Authentication is an essential part of any web application. But why are web service providers so secretive about their authentication protocols and procedures? Why they are not disclosing any information about how users’ credentials are communicated, verified and stored?
They simply and plainly ask their users to trust them. But do they deserve this trust? Not always …
Recently, the folks behind Reddit.com confessed that a backup copy of their database had been stolen. Later, one of the Reddit developers, confirmed that the database contained password information for Reddit’s users, and that the information was stored as plain, unprotected text. In other words, once the thief had the database, he had everyone’s passwords as well.
Storing plain text passwords was a design decision: they wanted to be able to send forgotten passwords to users via email. Risks deriving from having plain text passwords in the database were weighted against the convenience to add this feature to their service. And they opted for the user-friendly feature. Bad decision.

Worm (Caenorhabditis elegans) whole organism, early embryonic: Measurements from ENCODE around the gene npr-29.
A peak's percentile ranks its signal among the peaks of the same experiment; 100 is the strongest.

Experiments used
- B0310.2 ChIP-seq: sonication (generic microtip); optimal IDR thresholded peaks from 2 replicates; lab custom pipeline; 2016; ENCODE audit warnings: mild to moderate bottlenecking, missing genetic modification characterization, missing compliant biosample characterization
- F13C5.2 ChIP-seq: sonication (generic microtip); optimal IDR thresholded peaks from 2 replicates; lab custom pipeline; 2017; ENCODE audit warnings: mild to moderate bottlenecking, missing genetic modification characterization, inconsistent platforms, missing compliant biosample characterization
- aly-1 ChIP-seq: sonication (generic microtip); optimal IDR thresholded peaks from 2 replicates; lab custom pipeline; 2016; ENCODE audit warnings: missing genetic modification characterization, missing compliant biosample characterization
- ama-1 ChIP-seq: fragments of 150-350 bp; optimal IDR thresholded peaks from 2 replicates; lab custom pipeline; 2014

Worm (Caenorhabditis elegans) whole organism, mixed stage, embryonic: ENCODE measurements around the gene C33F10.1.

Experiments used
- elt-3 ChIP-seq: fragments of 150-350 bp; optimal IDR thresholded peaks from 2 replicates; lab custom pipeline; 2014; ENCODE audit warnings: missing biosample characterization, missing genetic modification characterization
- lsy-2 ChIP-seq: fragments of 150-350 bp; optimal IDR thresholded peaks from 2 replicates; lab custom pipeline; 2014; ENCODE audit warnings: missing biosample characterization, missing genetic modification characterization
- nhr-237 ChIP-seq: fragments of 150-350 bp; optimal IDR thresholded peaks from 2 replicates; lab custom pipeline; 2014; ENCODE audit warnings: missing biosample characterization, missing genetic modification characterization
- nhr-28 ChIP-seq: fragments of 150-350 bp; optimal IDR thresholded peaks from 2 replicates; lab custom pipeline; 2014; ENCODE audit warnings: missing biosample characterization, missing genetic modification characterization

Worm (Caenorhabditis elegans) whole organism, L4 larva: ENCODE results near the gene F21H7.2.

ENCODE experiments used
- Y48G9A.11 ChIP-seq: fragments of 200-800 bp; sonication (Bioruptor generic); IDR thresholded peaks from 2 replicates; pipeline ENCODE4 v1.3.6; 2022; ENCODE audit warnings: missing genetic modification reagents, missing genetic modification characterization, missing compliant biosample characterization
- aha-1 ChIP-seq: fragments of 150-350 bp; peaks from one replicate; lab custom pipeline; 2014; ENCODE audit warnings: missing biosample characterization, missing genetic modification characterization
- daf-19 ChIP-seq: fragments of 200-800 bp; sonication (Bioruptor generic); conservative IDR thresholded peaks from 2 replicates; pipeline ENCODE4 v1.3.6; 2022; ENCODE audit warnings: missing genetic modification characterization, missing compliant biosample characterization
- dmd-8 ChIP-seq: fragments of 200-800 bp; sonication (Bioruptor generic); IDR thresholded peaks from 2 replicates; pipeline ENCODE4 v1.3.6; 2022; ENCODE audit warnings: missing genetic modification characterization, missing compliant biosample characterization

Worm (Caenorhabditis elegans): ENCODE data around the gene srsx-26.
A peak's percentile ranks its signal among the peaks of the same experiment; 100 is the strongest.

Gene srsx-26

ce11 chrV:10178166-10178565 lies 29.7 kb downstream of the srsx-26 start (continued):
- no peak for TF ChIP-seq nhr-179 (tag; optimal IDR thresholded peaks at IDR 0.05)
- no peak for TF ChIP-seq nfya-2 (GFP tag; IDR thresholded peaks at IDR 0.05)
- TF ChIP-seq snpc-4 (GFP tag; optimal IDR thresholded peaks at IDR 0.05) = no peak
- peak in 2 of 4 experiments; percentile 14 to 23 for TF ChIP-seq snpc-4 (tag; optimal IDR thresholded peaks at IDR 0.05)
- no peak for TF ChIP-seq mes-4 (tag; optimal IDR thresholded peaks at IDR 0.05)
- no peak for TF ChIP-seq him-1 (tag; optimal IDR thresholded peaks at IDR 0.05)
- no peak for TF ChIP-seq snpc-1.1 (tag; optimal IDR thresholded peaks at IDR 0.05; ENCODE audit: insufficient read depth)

Sending usernames and passwords in unencrypted email messages is more common than expected. It’s quite easy to find examples even among those handling very sensitive data (e.g. MyBlackBook) or from highly reputable companies (e.g. wildly popular 37signals applications).
Are online password managers any better with regard to good authentication practices?
Of course I can only answer for Clipperz …
SRP provides security against both passive and active network attackers and, if compromised, it would not allow the attacker to impersonate the client. In addition, SRP exchanges a secret as a byproduct of successful authentication, which enables the two parties to communicate securely.
It is believed that SRP is at or near the theoretical limit of security that can be offered by a purely password-based protocol. (Suggested reading: the interview with Tom Wu, inventor of SRP)
SRP authentication has a downside: it is slow. It requires the user’s browser to perform heavy computational tasks, but would you mind wait a couple of seconds for higher security?
The credentials used to access an online password manager are the most precious since they act as a “master key” to the wealth of private information that a user submits to the online password manager. Therefore they should be protected with the best tools available.
PS - Needless to say, bad authentication practices are another good reason to use different passwords for different services (and a password manager to remember them all!).